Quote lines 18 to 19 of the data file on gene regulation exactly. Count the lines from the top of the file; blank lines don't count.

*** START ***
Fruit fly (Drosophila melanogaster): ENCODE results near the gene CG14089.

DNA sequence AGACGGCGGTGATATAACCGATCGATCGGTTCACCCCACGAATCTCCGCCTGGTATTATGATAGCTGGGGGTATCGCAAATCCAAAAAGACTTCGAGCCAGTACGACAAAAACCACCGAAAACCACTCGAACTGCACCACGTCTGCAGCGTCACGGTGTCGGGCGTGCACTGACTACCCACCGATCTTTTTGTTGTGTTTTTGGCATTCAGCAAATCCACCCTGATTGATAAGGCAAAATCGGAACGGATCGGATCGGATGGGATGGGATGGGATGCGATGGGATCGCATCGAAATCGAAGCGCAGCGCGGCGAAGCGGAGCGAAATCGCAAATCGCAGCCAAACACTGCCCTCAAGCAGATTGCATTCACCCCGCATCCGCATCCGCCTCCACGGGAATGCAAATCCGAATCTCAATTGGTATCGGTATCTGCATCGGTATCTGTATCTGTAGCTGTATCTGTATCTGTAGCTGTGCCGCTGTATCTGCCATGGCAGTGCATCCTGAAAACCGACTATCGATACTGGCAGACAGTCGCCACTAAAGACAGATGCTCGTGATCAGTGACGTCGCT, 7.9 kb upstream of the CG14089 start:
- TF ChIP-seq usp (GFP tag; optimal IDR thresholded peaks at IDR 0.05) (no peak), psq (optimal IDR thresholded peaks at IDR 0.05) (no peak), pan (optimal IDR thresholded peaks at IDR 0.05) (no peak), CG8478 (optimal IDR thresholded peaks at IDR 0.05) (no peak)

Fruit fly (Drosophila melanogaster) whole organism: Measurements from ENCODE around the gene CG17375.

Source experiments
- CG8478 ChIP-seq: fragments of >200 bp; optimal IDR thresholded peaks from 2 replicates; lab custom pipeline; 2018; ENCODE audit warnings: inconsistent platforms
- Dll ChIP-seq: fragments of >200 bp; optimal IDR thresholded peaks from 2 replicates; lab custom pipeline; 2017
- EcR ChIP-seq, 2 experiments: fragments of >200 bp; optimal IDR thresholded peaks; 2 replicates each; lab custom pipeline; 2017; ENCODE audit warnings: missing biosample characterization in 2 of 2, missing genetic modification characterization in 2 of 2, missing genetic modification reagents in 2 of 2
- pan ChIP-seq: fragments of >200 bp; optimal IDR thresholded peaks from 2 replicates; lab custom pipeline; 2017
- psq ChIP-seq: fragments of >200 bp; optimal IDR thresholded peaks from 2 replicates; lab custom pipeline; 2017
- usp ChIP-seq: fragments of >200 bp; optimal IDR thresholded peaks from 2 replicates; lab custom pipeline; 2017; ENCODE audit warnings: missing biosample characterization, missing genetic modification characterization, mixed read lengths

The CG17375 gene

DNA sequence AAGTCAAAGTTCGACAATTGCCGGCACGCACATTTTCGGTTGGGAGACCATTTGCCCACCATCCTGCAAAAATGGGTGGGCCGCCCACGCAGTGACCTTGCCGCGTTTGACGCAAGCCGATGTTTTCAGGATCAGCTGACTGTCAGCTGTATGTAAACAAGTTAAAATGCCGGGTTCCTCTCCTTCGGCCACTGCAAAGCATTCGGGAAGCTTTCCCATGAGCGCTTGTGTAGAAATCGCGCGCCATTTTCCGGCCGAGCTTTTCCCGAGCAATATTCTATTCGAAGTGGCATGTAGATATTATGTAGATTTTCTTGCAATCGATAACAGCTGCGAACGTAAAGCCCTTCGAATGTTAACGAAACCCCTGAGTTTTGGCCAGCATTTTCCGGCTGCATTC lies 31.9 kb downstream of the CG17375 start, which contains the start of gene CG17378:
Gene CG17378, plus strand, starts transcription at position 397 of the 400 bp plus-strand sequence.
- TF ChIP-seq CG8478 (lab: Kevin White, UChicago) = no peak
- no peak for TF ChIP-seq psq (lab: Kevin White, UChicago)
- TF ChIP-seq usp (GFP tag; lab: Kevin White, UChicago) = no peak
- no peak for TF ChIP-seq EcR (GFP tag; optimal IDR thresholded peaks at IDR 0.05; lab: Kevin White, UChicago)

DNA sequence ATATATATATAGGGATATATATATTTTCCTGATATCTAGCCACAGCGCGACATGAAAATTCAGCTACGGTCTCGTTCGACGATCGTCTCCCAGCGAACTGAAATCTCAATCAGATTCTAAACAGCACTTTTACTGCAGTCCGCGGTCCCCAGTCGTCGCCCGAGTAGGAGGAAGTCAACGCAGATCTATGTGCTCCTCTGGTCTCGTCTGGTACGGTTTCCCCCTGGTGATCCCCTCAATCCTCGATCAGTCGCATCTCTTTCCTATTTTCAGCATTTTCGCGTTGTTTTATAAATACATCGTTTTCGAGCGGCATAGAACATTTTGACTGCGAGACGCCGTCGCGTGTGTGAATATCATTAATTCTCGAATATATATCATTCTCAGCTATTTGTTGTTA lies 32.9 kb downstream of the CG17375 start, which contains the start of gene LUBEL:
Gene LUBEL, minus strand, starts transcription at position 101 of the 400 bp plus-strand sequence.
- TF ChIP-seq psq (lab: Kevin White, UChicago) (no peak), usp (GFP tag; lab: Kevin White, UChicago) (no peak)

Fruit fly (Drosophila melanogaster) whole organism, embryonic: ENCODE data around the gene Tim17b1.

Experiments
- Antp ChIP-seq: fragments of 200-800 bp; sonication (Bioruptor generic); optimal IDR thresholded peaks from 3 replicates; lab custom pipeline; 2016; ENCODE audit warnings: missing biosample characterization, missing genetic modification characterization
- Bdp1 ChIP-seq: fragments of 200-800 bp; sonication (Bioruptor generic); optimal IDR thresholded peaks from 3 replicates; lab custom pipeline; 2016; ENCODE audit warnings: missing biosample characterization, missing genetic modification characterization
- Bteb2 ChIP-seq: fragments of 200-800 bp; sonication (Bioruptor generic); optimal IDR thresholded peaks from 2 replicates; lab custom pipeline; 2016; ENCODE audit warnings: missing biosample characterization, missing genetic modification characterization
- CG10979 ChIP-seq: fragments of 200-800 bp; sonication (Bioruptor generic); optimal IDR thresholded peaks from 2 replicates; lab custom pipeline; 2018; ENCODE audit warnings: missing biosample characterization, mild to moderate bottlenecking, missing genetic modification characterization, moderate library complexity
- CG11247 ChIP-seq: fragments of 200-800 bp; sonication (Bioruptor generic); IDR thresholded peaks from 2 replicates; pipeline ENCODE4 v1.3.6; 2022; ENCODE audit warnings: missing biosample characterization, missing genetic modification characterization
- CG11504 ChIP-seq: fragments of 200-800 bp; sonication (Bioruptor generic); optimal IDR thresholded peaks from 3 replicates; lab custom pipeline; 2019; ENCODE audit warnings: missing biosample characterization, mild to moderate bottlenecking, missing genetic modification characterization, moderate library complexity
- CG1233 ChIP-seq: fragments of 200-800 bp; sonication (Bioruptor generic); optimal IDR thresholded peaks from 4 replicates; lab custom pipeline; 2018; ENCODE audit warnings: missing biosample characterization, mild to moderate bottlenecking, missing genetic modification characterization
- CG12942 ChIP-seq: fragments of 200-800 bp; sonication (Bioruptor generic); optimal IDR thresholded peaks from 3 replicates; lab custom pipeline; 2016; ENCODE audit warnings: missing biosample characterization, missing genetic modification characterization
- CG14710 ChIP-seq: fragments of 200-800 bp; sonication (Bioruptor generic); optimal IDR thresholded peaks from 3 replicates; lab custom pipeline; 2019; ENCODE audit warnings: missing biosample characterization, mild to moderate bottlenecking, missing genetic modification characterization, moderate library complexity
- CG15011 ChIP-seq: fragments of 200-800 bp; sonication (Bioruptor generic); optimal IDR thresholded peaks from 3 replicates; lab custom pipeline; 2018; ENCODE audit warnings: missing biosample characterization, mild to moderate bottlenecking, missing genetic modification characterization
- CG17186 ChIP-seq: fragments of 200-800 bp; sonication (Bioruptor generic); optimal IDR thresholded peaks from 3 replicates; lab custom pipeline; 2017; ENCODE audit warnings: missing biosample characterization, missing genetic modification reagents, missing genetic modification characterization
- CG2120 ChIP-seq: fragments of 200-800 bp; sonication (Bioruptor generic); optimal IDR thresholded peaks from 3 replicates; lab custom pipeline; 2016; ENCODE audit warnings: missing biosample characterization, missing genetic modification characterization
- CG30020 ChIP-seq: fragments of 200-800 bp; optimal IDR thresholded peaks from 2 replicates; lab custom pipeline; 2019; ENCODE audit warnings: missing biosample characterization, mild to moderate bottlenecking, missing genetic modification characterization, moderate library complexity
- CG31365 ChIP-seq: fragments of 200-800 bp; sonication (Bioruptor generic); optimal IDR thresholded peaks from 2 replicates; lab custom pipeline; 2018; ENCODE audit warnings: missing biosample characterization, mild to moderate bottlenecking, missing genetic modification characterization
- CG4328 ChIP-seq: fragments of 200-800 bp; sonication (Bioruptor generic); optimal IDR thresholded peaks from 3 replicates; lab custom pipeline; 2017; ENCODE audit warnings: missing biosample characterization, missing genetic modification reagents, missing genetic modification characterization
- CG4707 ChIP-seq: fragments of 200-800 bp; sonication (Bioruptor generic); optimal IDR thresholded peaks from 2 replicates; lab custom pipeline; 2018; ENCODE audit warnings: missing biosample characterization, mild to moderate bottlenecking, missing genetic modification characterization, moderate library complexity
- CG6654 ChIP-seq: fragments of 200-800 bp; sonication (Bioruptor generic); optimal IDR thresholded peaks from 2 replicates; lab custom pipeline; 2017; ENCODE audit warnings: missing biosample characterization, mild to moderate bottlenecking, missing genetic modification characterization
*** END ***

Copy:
- no peak for TF ChIP-seq EcR (GFP tag; optimal IDR thresholded peaks at IDR 0.05; lab: Kevin White, UChicago)

DNA sequence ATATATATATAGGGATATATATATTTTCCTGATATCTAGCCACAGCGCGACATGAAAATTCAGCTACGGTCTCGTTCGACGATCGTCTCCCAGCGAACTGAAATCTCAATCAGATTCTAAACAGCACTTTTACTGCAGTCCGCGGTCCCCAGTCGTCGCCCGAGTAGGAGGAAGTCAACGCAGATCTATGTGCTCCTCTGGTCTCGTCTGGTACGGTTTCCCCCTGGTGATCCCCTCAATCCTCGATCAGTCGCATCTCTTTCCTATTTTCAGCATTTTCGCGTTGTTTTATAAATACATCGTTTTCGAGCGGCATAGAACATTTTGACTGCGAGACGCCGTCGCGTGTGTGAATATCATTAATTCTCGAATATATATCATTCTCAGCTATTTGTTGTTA lies 32.9 kb downstream of the CG17375 start, which contains the start of gene LUBEL: